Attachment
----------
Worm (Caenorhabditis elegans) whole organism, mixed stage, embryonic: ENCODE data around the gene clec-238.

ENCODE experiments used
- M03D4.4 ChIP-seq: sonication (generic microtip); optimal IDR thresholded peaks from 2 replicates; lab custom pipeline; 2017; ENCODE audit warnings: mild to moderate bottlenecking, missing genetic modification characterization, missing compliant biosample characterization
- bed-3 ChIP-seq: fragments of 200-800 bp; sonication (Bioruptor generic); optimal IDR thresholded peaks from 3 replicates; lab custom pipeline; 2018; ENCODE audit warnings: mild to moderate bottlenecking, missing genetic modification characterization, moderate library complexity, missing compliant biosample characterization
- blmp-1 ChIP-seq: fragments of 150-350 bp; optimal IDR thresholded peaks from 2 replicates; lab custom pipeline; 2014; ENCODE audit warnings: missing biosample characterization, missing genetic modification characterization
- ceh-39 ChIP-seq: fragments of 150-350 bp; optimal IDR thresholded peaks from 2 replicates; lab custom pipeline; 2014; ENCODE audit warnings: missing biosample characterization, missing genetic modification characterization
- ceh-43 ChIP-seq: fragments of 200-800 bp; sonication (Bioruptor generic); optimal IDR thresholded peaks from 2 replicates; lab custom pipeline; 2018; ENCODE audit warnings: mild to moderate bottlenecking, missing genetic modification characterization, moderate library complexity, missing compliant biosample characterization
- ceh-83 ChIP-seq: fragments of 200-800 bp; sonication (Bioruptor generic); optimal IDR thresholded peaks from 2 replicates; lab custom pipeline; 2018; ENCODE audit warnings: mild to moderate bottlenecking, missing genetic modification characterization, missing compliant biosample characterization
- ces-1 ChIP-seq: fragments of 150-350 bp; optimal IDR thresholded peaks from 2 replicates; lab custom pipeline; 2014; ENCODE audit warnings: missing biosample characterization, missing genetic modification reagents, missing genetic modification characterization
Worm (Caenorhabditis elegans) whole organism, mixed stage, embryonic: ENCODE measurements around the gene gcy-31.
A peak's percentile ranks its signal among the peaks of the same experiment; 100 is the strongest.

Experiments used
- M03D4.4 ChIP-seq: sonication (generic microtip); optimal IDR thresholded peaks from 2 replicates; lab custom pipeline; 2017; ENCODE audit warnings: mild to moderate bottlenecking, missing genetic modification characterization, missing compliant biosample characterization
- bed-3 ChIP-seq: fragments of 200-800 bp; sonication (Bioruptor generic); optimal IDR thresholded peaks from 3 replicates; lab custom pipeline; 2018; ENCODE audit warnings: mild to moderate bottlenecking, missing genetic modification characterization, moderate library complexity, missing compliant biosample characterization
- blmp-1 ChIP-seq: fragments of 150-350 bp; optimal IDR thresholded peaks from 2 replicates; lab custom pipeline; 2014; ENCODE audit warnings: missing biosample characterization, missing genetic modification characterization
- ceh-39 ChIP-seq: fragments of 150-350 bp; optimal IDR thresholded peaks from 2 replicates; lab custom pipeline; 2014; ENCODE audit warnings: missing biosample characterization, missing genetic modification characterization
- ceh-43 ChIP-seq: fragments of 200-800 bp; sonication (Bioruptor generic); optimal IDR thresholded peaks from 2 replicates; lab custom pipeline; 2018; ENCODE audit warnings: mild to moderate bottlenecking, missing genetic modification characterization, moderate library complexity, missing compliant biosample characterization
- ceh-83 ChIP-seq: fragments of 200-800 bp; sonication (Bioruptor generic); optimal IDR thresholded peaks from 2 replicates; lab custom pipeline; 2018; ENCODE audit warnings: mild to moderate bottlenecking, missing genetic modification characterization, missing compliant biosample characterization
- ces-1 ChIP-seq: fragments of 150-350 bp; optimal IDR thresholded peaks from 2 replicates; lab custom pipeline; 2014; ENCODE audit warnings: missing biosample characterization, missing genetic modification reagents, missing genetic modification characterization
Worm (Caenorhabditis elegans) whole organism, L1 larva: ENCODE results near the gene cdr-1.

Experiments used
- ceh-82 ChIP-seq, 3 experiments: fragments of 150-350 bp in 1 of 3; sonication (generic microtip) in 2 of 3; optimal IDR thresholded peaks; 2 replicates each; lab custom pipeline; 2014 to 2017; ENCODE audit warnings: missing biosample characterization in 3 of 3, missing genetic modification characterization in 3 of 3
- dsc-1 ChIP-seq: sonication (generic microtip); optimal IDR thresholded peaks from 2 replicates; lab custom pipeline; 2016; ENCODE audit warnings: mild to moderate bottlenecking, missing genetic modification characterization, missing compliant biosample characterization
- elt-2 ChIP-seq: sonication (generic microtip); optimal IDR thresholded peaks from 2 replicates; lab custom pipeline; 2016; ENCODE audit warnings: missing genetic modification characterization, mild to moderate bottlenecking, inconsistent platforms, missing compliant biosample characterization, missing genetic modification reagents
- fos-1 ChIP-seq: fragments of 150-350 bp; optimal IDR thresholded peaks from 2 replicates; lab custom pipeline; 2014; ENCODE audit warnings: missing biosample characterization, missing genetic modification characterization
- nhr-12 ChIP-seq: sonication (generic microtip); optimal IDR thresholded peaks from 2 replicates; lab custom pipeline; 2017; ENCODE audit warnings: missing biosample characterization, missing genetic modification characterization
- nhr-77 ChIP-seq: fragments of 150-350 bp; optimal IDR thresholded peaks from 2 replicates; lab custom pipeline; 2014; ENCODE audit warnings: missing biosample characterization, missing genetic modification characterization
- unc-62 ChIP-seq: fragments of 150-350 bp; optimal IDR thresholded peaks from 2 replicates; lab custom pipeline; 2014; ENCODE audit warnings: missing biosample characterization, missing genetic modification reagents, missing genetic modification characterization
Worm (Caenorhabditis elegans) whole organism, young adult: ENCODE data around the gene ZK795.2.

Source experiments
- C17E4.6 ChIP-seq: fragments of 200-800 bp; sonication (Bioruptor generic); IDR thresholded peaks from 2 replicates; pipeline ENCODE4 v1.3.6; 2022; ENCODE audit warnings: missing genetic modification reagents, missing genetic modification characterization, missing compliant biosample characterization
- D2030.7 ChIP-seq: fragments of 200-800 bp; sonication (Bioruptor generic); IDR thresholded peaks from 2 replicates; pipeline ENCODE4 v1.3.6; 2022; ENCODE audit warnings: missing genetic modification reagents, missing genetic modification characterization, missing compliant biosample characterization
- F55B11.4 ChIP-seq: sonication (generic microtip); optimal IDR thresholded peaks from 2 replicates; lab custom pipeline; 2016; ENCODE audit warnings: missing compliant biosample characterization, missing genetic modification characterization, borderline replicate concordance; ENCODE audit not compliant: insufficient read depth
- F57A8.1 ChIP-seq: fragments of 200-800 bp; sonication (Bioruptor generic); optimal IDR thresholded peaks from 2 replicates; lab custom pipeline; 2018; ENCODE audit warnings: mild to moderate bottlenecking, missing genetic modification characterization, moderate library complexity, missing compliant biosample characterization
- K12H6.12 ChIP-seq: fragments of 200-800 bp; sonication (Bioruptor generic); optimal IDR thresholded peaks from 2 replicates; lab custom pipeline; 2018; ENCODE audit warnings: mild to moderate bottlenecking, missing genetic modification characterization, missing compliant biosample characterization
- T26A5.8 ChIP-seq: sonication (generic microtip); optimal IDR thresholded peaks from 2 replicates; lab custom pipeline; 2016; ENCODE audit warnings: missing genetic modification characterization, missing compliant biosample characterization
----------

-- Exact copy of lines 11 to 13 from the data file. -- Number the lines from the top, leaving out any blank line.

A peak's percentile ranks its signal among the peaks of the same experiment; 100 is the strongest.

Experiments used
- M03D4.4 ChIP-seq: sonication (generic microtip); optimal IDR thresholded peaks from 2 replicates; lab custom pipeline; 2017; ENCODE audit warnings: mild to moderate bottlenecking, missing genetic modification characterization, missing compliant biosample characterization